Junior and senior designers will present garments in the categories of swimwear, career sportswear, weekend wear and tailored design, as well as fair trade clothing and the “Breaking the Pattern of Breast Cancer” pink dresses created in the Crafting Sustainable Community course this past fall. The senior design students will present their individual collections they have been conceptualizing, designing and constructing throughout the entire year.
“If you love fashion or Project Runway, we do it everyday. The show is a culmination of that year-long experience. Most people do not have any idea of the skill that all of our fashion students have right here in Columbia. We are ‘What You Un-expect,'” McMurry said, referring to the Columbia Visitor’s Bureau tagline.
The garments being presented during The Collections were chosen by a jury of selection on March 15. Michelle Fifis, textile designer and founder of Pattern Observer and The Textile Design Lab; Sandra Nannini, worldwide sales and merchandising director of Nannini Firenze SRL; Gaia Polli, department coordinator of fashion and accessories studies and technology at Florence University of the Arts; and Kristy Whitehouse, senior technical designer at Abercrombie & Fitch, were among prominent industry experts who selected the student designs to be featured in the show.
“Several of the jurors said the collections and garments in general blew them away at how professional they looked,” McMurry said.





Attendees can expect lots of “stunning” engineered prints and garments with LED lights embedded for a “glowing” runway effect.

Designed by Hannah Bilau


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Designers discuss inspiration behind Collections

This is the final installment of the Scene's Collections video series.

Catch the designs on the runway at the 70th annual student designer fashion show, The Collections, Saturday. Showtimes are 2, 4:30 and 7 p.m. You can purchase tickets here.

In this video, senior Chelsay Russell talks about how Western movies—think Clint Eastwood—inspired her designs this year and will soon emerge as a national runway trend.

And in this video, senior Holly Hmielewski shares how deep sea creatures inspired her edgy, head-turning looks:

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'Hooked on Phonics' worked for her

It was a catchphrase that became a national sensation in the early 1990s, and sure enough, it worked for Stephens senior Emily Collette.
Collette was the voice of the national “Hooked on Phonics Worked for Me!” radio and television campaign when she was a tot.
In fact, at the time she recorded the phrase, it wasn’t exactly true—she was so young, she was barely reading. As part of her compensation, though, Collette received a full set of Hooked on Phonics cassette tapes and ultimately proved the company right.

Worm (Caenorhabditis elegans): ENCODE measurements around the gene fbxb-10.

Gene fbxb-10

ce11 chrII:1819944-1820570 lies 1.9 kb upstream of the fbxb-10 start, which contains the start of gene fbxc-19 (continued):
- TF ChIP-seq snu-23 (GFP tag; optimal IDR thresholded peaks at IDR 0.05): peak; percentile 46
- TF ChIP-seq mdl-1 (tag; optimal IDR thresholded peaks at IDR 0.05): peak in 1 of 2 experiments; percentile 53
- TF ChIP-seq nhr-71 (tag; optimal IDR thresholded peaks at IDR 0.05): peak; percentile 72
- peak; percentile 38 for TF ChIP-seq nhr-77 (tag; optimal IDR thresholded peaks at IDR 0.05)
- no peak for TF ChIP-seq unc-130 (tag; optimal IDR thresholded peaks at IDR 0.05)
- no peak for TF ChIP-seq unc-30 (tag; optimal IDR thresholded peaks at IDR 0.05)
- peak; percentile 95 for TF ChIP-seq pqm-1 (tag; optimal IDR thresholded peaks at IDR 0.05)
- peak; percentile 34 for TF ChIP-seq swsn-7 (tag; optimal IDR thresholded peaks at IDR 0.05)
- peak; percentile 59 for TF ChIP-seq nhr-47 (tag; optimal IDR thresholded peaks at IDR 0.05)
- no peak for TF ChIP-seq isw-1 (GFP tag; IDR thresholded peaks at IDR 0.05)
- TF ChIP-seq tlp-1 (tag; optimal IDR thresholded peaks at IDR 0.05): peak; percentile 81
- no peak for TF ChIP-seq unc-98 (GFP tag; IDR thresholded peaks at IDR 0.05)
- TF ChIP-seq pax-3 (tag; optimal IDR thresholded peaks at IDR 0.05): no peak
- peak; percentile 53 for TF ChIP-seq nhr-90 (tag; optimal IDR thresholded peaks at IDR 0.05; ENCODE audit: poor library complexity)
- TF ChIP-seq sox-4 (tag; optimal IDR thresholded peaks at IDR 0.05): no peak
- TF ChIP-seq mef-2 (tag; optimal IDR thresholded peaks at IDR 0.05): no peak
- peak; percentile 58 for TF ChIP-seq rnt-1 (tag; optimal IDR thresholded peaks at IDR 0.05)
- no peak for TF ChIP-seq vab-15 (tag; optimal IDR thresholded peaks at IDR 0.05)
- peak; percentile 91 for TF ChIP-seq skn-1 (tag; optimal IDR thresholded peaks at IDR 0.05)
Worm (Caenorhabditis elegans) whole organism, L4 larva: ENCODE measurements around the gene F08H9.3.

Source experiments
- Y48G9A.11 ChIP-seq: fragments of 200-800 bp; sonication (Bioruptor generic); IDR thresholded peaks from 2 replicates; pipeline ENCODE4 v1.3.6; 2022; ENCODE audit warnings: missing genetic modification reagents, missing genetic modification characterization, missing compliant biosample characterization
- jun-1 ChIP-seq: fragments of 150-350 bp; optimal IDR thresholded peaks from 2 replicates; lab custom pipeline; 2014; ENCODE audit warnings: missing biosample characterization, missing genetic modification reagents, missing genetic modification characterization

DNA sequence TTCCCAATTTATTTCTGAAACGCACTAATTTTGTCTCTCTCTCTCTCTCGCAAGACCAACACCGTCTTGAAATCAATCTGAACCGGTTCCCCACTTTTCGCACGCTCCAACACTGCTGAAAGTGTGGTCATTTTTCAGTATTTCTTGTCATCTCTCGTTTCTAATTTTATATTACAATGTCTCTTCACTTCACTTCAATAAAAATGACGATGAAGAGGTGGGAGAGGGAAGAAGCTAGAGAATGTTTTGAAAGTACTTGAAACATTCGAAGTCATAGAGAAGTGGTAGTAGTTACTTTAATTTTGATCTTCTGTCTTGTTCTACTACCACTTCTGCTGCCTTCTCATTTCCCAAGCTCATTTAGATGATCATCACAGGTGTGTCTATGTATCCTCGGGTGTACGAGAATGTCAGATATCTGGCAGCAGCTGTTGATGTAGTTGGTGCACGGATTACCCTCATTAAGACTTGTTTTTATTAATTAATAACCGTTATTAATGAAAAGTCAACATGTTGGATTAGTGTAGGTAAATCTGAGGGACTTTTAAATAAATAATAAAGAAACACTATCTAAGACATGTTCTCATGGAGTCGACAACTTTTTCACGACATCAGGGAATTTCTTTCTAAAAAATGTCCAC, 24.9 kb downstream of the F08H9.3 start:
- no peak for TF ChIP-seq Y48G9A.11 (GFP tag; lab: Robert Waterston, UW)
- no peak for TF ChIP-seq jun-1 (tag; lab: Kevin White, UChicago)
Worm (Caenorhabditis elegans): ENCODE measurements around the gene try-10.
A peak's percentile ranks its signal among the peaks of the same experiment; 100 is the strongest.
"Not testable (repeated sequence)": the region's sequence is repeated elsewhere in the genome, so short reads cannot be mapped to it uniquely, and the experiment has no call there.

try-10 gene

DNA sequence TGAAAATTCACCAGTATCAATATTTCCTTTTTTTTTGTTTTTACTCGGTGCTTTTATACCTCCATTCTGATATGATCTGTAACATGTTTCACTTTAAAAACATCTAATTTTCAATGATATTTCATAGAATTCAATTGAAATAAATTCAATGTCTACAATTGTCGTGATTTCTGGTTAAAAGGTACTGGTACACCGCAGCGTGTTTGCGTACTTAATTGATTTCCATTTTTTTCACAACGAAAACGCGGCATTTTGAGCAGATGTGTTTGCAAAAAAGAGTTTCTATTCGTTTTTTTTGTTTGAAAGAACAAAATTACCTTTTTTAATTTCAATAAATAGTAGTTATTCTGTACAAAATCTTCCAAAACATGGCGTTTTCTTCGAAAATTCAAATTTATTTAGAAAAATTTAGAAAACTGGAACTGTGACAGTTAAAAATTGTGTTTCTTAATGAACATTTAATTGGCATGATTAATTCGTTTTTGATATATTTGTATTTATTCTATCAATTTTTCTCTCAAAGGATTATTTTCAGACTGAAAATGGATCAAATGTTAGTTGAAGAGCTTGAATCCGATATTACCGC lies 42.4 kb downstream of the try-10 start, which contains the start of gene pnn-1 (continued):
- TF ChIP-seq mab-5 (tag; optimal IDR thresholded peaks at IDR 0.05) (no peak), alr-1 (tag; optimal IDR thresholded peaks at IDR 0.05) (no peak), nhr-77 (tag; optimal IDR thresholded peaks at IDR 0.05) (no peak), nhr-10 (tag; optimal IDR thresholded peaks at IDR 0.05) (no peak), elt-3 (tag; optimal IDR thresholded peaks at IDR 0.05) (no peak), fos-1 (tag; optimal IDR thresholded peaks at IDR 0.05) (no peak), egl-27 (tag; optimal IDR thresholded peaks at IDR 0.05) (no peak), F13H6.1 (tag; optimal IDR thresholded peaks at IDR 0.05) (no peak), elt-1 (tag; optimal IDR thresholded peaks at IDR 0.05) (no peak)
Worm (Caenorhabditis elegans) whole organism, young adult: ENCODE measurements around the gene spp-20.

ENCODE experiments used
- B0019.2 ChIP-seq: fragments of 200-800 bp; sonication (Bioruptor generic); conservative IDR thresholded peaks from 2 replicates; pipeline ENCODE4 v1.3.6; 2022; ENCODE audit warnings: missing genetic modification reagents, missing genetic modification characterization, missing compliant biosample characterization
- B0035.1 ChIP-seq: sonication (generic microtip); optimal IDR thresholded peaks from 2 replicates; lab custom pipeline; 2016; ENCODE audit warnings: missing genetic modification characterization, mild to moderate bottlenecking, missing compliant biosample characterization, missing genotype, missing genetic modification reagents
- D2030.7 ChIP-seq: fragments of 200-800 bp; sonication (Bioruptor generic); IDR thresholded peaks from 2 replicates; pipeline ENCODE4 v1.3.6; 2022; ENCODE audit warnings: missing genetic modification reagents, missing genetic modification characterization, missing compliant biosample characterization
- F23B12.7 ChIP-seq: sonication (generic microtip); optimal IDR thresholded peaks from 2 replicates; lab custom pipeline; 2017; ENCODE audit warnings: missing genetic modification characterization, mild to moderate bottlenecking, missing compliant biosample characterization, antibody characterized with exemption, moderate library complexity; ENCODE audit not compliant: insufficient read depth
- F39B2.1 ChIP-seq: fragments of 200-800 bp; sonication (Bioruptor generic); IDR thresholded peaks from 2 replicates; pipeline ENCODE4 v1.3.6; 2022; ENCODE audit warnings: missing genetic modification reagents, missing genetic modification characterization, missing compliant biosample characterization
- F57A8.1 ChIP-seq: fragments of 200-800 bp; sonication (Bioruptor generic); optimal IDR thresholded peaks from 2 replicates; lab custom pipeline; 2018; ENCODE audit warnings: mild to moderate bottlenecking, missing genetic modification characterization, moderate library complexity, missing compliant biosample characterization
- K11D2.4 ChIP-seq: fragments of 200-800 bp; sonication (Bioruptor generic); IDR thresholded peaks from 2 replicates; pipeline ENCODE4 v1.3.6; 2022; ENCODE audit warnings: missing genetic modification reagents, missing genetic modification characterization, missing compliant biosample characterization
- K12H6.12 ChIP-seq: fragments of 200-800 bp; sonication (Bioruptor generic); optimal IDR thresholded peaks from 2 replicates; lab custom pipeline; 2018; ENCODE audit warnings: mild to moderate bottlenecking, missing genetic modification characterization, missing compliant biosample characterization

Today, Collette is co-editor of the Stephens literary journal, Harbinger. This year’s edition, “Shadow box” debuted Friday during a standing-room only reception and reading at the Vault II.
Collette and co-editor Emily Marchant were pleasantly surprised by the large turnout and the event in general.
“I was really happy with the readers,” Marchant said. “They did a really good job.”
During the event, students read poetry and selections from non-fiction and fiction pieces. Collette, who is majoring in digital filmmaking, read part of her non-fiction piece about the Renz prison near Jefferson City. The prison is also the basis of her senior film, which debuts Saturday during the Film Showcase at 7:30 p.m. at Macklanburg Playhouse.
Earlier this year, she and Chase Thompson, assistant professor of film, created a video about her work in the national Hooked on Phonics campaign and entered it into Gimme Truth at the True/False Film Festival.
Collette got the gig through her father, who works in the voice-over industry in Minneapolis.

“They needed a kid’s voice and my dad suggested me,” she said. “I guess it really worked. I love reading, and I loved working on Harbinger.
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Film Showcase will feature variety of genres

Some of the best short films created by Stephens College students will be screened this weekend at the annual Film Showcase.
Films will begin at 7:30 p.m. Saturday with doors opening at 7 p.m. at the Macklanburg Playhouse on the Stephens College campus. It is free and open to the public.
The event will showcase a variety of films produced over the past year, including a few that were finalists in the Gimme Truth competition at True/False Film Festival.
“There are a mix of genres, from documentary to animation to drama and comedy—a real mix of films that will appeal to all tastes,” said Kerri Yost, an associate professor of digital filmmaking. “It’s a fast-moving showcase and the film screenings will show off the various talents of student work at all levels.”
In addition to senior films, short films from younger students will also be shown, giving audience members a glimpse of “new voices and perspectives,” Yost said.
Senior films include a drama by Jordan Laguna titled “Muffin Top” about a hidden eating disorder that threatens to tear childhood friends apart just as they’re graduating from college. And a sci-fi film from Florian Clunie titled “Exodus” is about a young woman who must choose between two mothers and two very different ways of life.
A Q&A session with senior filmmakers will follow the screenings.
In addition to student films, the department will also screen a short, giving a behind-the-scenes look at this year’s Stephens Film Institute.